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At the royal court, a prince is presenting the princess whom he is pledged to marry, when a witch suddenly appears. Though driven off, the witch soon returns, summons some of her servants, ... See full summary »
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A fairy godmother magically turns Cinderella's rags to a beautiful dress, and a pumpkin into a coach. Cinderella goes to the ball, where she meets the Prince - but will she remember to leave before the magic runs out?
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Porter's sequential continuity editing links several shots to form a narrative of firemen responding to a house fire. They leave the station with their horse drawn pumper, arrive on the ... See full summary »
George S. Fleming,
Edwin S. Porter
James H. White
aka Le Tunnel sous la Manche ou le cauchemar anglo-français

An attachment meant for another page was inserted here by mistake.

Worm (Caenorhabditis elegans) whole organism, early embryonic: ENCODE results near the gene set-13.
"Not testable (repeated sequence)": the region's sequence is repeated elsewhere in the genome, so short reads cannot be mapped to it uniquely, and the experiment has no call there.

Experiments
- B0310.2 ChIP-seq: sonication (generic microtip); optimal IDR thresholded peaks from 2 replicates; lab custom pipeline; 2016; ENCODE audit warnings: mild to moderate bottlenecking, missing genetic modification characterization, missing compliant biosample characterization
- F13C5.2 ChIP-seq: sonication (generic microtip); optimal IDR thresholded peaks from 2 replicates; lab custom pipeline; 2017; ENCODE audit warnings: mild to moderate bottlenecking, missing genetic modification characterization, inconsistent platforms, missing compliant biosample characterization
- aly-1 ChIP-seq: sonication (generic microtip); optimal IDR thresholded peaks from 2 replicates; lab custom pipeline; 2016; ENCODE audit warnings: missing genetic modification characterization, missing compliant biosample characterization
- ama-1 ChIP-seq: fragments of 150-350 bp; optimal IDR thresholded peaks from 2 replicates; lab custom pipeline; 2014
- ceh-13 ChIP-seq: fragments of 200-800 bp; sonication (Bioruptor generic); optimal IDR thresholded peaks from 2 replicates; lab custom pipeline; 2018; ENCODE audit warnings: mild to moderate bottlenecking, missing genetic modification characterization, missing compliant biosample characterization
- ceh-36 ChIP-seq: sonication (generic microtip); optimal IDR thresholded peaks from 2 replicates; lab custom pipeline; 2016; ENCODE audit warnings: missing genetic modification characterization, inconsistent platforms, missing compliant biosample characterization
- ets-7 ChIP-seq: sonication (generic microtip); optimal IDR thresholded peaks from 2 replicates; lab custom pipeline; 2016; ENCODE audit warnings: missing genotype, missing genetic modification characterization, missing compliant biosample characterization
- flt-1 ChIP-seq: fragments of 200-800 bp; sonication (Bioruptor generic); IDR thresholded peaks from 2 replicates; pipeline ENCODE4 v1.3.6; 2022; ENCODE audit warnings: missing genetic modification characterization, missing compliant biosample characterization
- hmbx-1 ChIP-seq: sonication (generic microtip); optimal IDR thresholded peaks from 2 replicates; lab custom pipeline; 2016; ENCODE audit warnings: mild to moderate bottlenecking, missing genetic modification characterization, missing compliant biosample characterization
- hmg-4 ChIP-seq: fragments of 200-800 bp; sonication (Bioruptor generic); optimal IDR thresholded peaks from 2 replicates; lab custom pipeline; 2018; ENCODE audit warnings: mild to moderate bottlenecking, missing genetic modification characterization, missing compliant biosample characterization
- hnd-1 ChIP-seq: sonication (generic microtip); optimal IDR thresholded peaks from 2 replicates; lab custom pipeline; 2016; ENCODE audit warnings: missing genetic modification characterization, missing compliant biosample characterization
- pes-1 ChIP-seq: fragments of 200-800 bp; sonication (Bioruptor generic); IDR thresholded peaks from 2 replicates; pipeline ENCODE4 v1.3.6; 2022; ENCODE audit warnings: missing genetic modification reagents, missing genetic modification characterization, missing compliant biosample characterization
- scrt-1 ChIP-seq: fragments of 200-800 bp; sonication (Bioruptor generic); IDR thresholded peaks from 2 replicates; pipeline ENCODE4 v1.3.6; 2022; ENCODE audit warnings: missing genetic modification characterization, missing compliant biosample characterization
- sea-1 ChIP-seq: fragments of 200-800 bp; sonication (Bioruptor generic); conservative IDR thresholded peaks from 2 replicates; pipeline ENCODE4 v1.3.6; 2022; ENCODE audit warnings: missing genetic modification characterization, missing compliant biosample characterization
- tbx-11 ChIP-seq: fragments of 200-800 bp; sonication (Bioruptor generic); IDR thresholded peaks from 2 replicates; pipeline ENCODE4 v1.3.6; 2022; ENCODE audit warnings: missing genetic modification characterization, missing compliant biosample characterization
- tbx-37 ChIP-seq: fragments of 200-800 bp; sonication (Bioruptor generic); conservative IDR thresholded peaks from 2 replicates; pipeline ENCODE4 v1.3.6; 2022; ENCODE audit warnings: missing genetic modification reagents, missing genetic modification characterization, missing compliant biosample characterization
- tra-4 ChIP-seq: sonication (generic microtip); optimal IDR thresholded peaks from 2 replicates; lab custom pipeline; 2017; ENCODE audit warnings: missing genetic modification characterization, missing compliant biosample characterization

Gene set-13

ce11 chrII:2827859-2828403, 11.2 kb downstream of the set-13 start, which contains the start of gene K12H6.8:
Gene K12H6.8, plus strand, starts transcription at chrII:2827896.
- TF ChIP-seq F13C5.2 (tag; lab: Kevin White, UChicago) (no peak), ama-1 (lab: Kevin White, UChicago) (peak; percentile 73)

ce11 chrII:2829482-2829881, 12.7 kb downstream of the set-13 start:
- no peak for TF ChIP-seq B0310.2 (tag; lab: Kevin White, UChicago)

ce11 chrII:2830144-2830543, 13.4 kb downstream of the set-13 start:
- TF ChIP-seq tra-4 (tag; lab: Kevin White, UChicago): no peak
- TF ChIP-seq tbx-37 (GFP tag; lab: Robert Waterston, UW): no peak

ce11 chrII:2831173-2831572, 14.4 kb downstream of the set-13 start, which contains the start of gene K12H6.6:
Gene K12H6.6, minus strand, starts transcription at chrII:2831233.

This fourteen-minute film is the perfect example of the saying "The Magic of Melies." The French president and the English king have a meeting and then that night they both dream about building a tunnel to connect their beloved homes. We then see how the tunnel would be built and the final outcome of such an adventure. TUNNELING THE CHANNEL is a perfect film to show someone unfamiliar with what the French master could do because it's just so entertaining and the level of imagination going on will keep a smile on your face from start to finish. I think some of the greatest moments happen when we see the tunnel once it's finished and we get to see how it's going to be used. I really enjoyed the little touches that Melies brought to the picture including the fish in the water above the tunnel. I also really liked the special effects and especially the one at the very end, which I won't mention so that I don't give the surprise away. The film starts off in B&W but turns over to the hand tint and it's quite beautiful and very effective.
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